The Long Win, by Cath Bishop

The Scout Mindset, by Julia Galef

“Can I give you some feedback?” If those words make your stomach churn, or your heart sink, then Cath Bishop’s book is for you. The Long Win, subtitled The Search for a Better Way to Succeed”, can show us how to make the most of every learning opportunity, so that you can win even when you lose. We see how this can work in sport, Read More

Books | April 2022

This is a story of monumental hubris, greed and failure. The account of how the charismatic founder of WeWork, Adam Neumann, and his wife, Rebekah, drove the business into near-bankruptcy while extracting a billion dollars for themselves is a good read. The greed is not just theirs, though their hypocrisy is at times breath-taking. “We believe in this new Asset Light lifestyle” says Rebekah, after buying a $15m estate in Westchester, New York. This was not their first home; Read More

Books | February 2022

Are vaccines safe? What about that possible connection between the MMR vaccine and autism – no smoke without fire, right? You need to know this: that particular fire was lit by the very man who claimed he was trying to put it out. There never was a plausible link between the MMR vaccine and autism. The doctor who investigated it, Andrew Wakefield, did not think so either. But he earned himself a fortune by acting as if he did. Read More

Books | January 2021

Having too much choice can be paralysing. This was demonstrated in a famous experiment about jam, which may have inspired the “rule of three” much loved by behavioural economists – the idea that when you give people three price options, whether it’s three quality tiers, three product bundles, or just three different versions, most of us default to the middle one. A McKinsey consultant said it was the reason they now practise the 3 x 3 Rule, Read More

Books | September 2020

This book explains how ordinary, decent people end up doing really bad stuff at work, while others find it easy to turn a blind eye to the wrongdoing. The best, or worst, stories are about how a cumulation of little steps can lead to disaster. In the case of the Texas City oil refinery disaster, it was an accumulation of non-steps: people not daring to question, or to answer back, or to tell the truth that they knew wasn’t welcome. Read More

Books | July 2020

The business case for diversity has largely been made, as has the moral case. But has it really been believed and internalised? Here, Syed demonstrates the true impact and value of diversity, explaining how it actually works. Once you’ve read this book, you will want to seek out the right kinds of diversity for the right kinds of problems and challenges, and you’ll be able to respond convincingly to the standard objection that recruiting for diversity inevitably leads to a dilution of standards. Read More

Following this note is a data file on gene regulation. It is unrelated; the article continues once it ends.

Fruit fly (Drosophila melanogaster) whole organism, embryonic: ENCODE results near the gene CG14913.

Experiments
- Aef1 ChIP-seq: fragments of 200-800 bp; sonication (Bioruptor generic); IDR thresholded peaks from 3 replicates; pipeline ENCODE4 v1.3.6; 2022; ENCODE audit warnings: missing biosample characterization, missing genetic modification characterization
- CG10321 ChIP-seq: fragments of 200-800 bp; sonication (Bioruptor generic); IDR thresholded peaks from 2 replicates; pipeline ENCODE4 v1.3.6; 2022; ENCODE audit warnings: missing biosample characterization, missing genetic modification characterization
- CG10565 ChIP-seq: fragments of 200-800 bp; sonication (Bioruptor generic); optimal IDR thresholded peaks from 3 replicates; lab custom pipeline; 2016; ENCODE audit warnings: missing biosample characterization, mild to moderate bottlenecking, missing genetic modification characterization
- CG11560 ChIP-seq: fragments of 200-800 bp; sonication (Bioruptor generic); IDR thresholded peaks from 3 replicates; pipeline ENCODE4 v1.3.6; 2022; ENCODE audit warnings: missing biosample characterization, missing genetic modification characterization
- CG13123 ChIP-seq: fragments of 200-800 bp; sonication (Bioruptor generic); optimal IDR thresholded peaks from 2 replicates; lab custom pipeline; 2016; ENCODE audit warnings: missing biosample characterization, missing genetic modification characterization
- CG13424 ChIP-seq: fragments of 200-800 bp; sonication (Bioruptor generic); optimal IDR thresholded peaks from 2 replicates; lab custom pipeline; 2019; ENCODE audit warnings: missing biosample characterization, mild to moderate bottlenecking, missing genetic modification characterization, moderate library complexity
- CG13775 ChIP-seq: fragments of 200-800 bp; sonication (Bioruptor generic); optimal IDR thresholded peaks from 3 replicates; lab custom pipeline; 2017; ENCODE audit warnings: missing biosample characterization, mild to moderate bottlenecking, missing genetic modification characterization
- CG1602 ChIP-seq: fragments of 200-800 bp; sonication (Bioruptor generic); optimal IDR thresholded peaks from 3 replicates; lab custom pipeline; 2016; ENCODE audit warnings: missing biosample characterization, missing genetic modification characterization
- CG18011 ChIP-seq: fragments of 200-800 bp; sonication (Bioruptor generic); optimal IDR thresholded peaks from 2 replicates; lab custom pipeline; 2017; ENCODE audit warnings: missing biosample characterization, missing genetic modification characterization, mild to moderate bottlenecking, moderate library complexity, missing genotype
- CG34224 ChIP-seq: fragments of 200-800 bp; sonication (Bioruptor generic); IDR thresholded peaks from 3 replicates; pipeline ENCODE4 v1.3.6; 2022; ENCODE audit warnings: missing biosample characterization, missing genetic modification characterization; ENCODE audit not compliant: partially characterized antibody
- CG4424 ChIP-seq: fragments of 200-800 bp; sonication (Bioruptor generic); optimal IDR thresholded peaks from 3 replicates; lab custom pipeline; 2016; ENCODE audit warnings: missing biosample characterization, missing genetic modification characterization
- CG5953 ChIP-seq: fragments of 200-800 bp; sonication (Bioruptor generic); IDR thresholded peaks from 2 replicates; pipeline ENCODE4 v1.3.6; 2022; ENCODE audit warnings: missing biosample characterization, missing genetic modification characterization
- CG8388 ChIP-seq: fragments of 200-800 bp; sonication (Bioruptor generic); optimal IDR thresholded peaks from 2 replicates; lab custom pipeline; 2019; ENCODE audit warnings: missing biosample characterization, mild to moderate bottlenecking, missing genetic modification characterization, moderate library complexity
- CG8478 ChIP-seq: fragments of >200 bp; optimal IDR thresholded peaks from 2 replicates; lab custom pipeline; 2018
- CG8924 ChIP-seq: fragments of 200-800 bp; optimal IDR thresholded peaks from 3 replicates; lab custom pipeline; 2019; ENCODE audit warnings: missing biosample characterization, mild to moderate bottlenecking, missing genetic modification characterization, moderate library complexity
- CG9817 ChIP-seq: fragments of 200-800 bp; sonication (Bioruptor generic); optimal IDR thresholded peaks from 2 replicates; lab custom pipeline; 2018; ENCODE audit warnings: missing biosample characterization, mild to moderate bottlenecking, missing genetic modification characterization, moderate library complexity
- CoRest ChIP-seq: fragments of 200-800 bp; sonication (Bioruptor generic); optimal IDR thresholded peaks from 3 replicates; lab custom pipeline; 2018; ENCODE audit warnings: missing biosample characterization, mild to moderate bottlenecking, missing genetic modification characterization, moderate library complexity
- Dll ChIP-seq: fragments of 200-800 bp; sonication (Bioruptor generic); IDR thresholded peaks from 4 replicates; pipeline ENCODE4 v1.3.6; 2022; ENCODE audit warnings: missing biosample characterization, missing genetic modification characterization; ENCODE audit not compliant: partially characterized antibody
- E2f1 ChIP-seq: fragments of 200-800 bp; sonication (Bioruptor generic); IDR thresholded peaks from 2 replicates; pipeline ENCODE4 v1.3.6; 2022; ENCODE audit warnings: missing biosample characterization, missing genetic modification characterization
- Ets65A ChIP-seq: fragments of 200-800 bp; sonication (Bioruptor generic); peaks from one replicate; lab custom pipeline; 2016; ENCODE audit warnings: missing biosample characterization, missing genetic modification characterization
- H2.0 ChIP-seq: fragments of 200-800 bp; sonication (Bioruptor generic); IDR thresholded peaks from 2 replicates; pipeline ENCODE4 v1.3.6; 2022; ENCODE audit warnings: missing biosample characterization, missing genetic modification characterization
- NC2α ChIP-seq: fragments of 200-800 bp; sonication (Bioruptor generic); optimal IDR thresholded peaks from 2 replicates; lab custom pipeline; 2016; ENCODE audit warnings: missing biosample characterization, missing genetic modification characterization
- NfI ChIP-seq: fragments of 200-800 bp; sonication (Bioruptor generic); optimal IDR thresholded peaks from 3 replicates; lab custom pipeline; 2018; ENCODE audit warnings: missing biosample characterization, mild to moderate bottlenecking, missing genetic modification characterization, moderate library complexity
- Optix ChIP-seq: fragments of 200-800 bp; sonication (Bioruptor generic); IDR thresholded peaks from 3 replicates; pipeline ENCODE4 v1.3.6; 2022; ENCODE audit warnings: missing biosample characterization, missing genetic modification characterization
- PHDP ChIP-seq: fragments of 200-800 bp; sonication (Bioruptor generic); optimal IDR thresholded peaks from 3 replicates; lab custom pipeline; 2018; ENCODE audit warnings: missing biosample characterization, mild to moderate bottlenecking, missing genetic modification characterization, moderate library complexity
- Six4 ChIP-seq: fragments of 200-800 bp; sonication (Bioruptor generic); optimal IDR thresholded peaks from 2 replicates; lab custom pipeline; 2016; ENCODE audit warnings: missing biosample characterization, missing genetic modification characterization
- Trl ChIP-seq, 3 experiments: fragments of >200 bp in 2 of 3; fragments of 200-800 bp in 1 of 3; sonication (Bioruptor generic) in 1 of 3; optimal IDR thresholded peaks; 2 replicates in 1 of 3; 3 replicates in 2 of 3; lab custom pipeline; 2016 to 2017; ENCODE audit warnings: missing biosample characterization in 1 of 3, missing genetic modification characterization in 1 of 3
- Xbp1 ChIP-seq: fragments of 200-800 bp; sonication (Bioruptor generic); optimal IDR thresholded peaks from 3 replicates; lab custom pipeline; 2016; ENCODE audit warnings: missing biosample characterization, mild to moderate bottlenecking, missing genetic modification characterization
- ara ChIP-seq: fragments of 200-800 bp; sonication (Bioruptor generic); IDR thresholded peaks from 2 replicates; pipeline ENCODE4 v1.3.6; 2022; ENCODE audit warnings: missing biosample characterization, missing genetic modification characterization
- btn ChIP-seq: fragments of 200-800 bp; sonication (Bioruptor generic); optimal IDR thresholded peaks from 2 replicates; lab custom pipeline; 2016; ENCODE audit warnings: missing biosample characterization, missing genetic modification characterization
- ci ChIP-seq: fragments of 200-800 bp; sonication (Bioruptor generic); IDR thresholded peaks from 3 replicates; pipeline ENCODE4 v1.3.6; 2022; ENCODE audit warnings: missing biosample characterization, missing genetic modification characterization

Books | June 2020

Here is a brilliant story-teller reporting on two exceptional people doing breakthrough work: their lives, their work, their friendship. It’s an accessible and enjoyable grounding if you’re new to behavioural economics, and it’s unmissable for anyone who’s already into BE and wants to understand where it came from. BE got big for marketers around ten years ago with Nudge, embraced by US and UK governments to change behaviour in areas like income tax, pension planning, Read More

Books | September 2018

It’s easy to project altruistic motives onto young, Gap-clad, seemingly naïve, computer-gaming geeks who appear to care more about coding than about money. This book makes a strong case that it’s the rest of us – including governments – who are the naïve ones. Taplin spent his life in music and film, and started an early legal content-streaming business. He uses personal stories to show how the internet’s biggest jockeys Google (with YouTube) Facebook and Amazon have built their profits from the pockets and creativity of others. Read More

Books | February 2018

Why can’t we learn from failure? Because even in a no-blame culture it is human to deceive ourselves, and we don’t even know we’re doing it. It’s hard to change a belief we’re invested in, as Syed illustrates with true stories of miscarriages of justice, in which bad verdicts were maintained despite clear evidence they were wrong.

This book is recommended reading for anyone trying to learn, improve or innovate at work. In a well-researched book full of engrossing examples, Read More

Books | October 2016

No one can make you feel inferior without your consent, said Eleanor Roosevelt. Jez Rose is not so succinct. His book is about the idea that other people can’t make you feel things or react in prescribed ways. You can control how you feel and how you will respond. Between stimulus and response there’s a gap in which to choose. That’s where you can “flip the switch”.

The obvious way to “flip the switch” Read More

Books | September 2016